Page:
Section 3. Audits: The Board of Directors shall require the manager or auditor to submit a detailed report of the financial condition of and business transacted by the Cooperative at least monthly, and shall have the books audited by a public accountant affiliated with the cooperative movement at least once a year, and at such other times as is consistent with the volume of business.

hire cooperative employees, to authorize the use of resources, and to delegate responsibilities to implement tasks. So the employees, especially those with direct member contact, are the key link between executive management and membership. Adequate and efficient performance of cooperative services needed by members will be possible if eminently qualified persons are selected who understand what kind of business organization they are involved in.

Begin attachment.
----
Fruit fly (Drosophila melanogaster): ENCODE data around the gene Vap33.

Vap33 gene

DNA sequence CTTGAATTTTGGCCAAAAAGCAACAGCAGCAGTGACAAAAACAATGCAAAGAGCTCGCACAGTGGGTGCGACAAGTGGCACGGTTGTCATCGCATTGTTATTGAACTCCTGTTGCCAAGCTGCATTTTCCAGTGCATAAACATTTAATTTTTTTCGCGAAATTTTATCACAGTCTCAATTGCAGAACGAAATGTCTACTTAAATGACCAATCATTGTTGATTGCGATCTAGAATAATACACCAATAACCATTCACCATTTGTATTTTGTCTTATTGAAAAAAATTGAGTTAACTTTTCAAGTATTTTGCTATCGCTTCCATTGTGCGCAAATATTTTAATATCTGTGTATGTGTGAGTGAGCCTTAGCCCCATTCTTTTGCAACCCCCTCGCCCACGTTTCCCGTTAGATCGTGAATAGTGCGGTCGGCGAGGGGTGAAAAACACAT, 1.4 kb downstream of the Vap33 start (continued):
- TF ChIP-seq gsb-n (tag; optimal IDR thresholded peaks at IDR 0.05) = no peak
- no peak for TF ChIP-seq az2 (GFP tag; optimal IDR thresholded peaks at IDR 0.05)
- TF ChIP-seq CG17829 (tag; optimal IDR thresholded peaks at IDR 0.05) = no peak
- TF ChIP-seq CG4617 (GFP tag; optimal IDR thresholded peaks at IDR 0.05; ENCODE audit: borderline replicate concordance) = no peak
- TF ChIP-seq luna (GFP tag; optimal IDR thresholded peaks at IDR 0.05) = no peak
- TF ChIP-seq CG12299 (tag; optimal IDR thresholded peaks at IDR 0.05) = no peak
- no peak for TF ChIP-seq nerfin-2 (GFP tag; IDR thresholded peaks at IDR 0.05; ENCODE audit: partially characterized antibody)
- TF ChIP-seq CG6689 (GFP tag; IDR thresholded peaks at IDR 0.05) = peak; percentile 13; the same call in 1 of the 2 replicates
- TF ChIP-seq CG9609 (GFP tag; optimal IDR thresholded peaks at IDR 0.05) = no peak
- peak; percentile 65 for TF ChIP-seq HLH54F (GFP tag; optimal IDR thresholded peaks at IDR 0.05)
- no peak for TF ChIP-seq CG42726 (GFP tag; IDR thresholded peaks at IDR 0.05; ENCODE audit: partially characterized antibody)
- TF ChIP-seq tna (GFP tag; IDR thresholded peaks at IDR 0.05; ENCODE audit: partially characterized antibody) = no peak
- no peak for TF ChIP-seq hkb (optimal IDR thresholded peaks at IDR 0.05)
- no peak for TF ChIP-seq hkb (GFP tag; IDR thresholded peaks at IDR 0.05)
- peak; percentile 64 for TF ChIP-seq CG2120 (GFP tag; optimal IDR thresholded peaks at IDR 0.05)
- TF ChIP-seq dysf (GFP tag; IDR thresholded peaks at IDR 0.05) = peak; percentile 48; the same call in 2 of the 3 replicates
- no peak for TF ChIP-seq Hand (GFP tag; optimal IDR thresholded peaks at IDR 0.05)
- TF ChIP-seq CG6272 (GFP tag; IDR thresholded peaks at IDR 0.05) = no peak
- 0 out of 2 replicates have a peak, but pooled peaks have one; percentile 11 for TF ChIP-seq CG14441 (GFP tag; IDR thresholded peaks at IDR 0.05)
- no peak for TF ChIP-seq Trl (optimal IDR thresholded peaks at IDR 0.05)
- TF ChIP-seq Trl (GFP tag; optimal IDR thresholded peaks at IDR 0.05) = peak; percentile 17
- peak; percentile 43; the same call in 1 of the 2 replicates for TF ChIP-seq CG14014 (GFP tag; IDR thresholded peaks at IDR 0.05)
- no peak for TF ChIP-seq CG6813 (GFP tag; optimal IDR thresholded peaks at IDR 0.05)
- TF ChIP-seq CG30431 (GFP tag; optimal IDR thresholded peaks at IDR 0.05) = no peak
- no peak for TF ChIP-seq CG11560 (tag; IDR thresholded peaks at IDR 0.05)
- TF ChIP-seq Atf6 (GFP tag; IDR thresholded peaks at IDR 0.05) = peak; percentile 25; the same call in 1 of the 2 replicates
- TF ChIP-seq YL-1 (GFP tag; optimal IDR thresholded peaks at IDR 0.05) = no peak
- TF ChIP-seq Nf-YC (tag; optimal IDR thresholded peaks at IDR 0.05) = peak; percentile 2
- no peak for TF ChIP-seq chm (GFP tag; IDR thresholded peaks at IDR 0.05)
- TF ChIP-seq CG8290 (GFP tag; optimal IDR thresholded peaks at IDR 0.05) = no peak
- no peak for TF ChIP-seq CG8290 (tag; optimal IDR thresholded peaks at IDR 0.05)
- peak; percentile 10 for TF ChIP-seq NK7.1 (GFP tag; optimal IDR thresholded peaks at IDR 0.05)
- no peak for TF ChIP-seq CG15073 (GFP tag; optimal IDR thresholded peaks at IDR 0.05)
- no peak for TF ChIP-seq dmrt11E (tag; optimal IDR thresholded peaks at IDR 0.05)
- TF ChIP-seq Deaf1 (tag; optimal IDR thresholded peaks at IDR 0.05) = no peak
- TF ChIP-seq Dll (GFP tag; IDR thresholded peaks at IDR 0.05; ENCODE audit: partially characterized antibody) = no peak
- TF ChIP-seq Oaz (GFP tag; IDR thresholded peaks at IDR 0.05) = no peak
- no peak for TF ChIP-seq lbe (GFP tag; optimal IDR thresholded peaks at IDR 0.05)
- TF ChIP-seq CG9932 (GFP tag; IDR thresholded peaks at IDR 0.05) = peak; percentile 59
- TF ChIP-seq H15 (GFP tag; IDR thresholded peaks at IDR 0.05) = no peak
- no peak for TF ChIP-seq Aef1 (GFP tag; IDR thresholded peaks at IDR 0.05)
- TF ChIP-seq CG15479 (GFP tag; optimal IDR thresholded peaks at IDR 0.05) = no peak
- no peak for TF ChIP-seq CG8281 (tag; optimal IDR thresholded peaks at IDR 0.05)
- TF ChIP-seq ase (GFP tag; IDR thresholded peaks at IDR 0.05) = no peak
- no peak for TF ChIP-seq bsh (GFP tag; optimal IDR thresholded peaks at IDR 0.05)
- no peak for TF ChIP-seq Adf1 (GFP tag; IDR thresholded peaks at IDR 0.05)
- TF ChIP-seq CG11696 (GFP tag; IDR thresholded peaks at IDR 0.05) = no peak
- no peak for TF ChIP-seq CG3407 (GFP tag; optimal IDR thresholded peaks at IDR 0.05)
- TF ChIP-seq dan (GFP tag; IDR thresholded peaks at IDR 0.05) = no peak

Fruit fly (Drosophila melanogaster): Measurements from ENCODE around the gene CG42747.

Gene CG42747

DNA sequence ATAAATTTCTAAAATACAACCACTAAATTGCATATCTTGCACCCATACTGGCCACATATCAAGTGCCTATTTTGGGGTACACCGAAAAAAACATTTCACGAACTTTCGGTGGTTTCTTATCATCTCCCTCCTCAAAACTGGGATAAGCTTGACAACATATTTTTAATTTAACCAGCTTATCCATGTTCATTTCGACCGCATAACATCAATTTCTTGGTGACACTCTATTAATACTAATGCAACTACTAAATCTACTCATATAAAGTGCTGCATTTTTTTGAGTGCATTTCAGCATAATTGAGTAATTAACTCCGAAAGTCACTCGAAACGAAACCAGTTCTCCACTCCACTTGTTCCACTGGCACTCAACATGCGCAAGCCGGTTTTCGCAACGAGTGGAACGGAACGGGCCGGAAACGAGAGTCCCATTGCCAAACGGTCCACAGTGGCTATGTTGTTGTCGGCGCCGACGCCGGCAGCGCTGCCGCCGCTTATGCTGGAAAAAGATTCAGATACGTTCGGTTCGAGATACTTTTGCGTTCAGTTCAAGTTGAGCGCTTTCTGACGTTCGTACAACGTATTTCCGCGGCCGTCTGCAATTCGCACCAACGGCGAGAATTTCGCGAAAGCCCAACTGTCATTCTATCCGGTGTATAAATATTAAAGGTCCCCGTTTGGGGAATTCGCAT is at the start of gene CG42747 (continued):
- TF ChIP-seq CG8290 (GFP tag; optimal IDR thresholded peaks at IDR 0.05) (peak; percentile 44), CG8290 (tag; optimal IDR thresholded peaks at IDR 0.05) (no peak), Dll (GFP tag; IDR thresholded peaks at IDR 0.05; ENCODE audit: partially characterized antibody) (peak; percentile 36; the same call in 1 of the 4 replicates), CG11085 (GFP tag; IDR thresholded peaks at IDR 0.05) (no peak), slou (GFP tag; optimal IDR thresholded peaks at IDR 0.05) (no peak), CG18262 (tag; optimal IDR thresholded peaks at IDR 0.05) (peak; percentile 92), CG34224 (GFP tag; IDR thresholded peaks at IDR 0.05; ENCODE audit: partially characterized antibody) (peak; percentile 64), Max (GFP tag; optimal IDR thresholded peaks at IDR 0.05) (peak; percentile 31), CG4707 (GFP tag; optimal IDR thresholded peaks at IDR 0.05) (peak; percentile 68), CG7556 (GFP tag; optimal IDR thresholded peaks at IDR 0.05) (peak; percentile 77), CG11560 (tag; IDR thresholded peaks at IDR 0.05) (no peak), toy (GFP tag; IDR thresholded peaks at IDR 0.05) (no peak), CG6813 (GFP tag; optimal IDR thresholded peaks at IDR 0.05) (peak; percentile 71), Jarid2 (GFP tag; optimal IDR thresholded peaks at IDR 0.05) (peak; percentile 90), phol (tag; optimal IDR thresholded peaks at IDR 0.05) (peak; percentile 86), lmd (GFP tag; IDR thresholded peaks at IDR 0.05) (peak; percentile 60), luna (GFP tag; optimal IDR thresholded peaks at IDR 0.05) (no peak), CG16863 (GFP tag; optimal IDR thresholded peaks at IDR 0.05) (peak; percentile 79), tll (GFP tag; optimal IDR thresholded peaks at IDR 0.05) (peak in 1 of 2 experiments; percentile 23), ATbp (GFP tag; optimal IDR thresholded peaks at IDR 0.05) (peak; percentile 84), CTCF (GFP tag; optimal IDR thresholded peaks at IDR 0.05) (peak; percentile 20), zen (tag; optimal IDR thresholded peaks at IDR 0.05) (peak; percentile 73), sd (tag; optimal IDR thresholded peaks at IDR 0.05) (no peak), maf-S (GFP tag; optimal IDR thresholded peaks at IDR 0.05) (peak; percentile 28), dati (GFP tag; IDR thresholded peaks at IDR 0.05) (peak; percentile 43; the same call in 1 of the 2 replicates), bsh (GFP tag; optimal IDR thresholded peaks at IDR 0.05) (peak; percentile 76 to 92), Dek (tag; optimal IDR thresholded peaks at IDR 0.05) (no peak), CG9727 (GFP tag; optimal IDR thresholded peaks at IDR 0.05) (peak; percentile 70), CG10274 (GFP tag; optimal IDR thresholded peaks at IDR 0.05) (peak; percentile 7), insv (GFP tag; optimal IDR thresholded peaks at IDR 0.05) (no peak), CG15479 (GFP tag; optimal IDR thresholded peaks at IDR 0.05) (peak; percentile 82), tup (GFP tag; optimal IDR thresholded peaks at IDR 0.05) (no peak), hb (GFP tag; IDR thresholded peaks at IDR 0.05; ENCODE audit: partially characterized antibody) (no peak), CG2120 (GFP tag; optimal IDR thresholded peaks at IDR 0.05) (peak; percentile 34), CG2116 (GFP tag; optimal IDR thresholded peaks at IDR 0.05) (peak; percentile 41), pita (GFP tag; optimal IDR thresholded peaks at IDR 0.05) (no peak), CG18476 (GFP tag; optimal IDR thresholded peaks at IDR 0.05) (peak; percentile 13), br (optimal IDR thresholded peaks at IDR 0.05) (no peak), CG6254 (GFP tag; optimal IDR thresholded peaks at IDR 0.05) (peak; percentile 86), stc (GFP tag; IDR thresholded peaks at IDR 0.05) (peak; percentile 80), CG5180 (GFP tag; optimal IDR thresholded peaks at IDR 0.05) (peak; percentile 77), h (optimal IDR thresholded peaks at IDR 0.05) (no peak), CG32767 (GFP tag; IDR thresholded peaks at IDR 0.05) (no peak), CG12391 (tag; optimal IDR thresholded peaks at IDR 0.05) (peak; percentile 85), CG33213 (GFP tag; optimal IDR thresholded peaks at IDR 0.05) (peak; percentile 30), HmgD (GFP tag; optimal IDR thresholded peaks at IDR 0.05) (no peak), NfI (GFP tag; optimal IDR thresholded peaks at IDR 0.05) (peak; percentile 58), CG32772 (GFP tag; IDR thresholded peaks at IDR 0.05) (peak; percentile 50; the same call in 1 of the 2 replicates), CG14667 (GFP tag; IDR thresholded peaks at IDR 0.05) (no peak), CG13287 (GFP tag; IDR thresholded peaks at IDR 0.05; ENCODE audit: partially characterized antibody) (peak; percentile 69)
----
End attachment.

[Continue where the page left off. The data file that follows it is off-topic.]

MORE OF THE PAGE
Management of cooperatives is deservedly called as democratic. The main reason for that is, of course, the user control of the business (Figure 20). But democracy in cooperative management is essentially broader than only control. It is an atmosphere in which the organization exists. Involving new members, establishing effective communications, solution of conflicts, providing members education, or even ceasing cooperative activity -any problems are solved in favor of all and everybody. Each member of cooperative is assured that his personal interest will be taking into account. And at the same time, at any managerial level it is impossible for any person or group of persons to get an exclusive right to the decision making process. The system is constructed in the way that at each higher stage in management is accountable and fully controlled by lower one. The highest power belongs to those who cultivate land, grow agricultural animals, who produce the most important commodity that ever existed - food.